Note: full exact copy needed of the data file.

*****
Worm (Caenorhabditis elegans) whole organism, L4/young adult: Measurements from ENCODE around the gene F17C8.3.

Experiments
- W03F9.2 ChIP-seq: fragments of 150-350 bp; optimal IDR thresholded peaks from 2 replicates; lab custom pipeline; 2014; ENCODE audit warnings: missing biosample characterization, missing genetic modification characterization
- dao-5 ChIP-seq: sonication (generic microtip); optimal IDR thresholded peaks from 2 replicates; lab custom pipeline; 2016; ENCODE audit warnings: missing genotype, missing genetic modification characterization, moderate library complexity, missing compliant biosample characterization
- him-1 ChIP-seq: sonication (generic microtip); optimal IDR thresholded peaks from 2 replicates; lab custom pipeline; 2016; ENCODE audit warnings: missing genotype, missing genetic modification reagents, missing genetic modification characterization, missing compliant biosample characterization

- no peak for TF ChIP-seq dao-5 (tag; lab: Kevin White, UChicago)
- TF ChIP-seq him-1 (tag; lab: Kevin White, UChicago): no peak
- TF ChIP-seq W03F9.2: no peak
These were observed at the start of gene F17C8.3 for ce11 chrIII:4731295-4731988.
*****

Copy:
Worm (Caenorhabditis elegans) whole organism, L4/young adult: Measurements from ENCODE around the gene F17C8.3.

Experiments
- W03F9.2 ChIP-seq: fragments of 150-350 bp; optimal IDR thresholded peaks from 2 replicates; lab custom pipeline; 2014; ENCODE audit warnings: missing biosample characterization, missing genetic modification characterization
- dao-5 ChIP-seq: sonication (generic microtip); optimal IDR thresholded peaks from 2 replicates; lab custom pipeline; 2016; ENCODE audit warnings: missing genotype, missing genetic modification characterization, moderate library complexity, missing compliant biosample characterization
- him-1 ChIP-seq: sonication (generic microtip); optimal IDR thresholded peaks from 2 replicates; lab custom pipeline; 2016; ENCODE audit warnings: missing genotype, missing genetic modification reagents, missing genetic modification characterization, missing compliant biosample characterization

- no peak for TF ChIP-seq dao-5 (tag; lab: Kevin White, UChicago)
- TF ChIP-seq him-1 (tag; lab: Kevin White, UChicago): no peak
- TF ChIP-seq W03F9.2: no peak
These were observed at the start of gene F17C8.3 for ce11 chrIII:4731295-4731988.